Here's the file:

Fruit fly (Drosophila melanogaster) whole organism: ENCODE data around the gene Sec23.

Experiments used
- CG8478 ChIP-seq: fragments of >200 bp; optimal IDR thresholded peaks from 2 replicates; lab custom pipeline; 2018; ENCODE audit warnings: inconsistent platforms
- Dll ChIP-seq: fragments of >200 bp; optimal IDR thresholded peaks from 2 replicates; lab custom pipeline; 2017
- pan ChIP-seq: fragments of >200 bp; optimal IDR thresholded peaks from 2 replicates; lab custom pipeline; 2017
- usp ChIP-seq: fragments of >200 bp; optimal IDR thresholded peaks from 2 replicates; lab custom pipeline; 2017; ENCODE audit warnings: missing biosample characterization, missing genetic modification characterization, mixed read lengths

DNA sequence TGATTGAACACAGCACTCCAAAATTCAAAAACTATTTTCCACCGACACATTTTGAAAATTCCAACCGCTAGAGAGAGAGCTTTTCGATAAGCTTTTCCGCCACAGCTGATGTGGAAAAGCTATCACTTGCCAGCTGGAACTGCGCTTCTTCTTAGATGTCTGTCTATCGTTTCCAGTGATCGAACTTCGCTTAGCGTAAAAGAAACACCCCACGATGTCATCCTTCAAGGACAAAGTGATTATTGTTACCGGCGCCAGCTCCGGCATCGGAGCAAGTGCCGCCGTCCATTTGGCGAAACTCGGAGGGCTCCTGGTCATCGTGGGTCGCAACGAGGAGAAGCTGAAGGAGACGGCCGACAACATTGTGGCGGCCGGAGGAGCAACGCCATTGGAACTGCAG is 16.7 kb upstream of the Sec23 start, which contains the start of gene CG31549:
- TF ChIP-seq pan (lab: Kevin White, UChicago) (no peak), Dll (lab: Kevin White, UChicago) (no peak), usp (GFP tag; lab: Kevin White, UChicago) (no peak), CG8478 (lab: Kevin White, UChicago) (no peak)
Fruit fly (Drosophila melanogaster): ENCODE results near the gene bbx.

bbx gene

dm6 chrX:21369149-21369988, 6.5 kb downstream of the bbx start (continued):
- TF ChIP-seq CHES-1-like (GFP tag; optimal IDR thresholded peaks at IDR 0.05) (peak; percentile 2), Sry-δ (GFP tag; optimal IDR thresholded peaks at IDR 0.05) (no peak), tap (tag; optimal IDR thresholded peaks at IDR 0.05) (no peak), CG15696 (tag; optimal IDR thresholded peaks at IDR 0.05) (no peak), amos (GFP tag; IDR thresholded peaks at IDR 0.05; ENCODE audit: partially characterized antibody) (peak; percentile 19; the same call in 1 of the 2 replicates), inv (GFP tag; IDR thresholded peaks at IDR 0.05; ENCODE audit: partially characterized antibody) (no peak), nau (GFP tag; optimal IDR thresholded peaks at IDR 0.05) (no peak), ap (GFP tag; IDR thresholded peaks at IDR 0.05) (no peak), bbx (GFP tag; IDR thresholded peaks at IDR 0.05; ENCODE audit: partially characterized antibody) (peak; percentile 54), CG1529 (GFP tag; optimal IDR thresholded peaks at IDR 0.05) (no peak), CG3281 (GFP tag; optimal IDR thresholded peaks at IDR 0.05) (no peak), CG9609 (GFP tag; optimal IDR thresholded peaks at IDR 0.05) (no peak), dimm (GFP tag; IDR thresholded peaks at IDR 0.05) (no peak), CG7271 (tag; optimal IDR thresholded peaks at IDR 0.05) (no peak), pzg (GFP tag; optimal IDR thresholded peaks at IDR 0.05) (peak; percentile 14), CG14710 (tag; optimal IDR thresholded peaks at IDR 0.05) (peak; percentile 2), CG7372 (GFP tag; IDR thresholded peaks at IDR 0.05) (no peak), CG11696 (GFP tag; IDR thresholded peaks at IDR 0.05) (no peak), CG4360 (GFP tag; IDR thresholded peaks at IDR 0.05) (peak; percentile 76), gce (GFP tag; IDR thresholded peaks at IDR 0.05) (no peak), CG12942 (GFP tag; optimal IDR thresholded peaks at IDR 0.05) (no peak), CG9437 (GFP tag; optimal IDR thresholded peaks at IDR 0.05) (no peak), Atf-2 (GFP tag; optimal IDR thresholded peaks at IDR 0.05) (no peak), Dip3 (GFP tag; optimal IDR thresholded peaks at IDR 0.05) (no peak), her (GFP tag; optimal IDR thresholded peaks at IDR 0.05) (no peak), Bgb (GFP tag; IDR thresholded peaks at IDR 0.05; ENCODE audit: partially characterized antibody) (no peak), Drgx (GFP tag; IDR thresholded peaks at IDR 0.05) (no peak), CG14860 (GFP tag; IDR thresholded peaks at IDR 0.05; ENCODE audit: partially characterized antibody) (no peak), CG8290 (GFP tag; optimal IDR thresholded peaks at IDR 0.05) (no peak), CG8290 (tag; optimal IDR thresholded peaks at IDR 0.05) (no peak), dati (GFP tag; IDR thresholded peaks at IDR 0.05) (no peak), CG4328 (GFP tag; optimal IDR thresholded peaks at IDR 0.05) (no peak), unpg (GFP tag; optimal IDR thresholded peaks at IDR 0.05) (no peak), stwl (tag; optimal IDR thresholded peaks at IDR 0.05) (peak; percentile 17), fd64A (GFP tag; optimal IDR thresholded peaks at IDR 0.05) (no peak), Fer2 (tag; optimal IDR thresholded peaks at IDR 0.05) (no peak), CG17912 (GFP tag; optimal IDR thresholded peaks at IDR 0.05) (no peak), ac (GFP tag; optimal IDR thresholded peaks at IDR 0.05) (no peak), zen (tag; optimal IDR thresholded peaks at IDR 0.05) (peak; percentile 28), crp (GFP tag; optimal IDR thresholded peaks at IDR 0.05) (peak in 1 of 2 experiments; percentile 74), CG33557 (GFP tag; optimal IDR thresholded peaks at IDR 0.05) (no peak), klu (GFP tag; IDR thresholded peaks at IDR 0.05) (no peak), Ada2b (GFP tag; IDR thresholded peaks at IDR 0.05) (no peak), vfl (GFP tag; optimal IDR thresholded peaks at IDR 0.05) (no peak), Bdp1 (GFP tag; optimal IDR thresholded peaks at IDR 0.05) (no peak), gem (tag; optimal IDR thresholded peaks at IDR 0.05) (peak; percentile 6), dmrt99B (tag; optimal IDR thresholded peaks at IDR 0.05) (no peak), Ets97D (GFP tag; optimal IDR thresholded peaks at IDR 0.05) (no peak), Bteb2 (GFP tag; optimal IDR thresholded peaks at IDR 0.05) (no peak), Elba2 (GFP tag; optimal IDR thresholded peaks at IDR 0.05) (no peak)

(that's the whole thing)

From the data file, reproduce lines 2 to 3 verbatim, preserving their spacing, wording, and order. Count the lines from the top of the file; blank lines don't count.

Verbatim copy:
Experiments used
- CG8478 ChIP-seq: fragments of >200 bp; optimal IDR thresholded peaks from 2 replicates; lab custom pipeline; 2018; ENCODE audit warnings: inconsistent platforms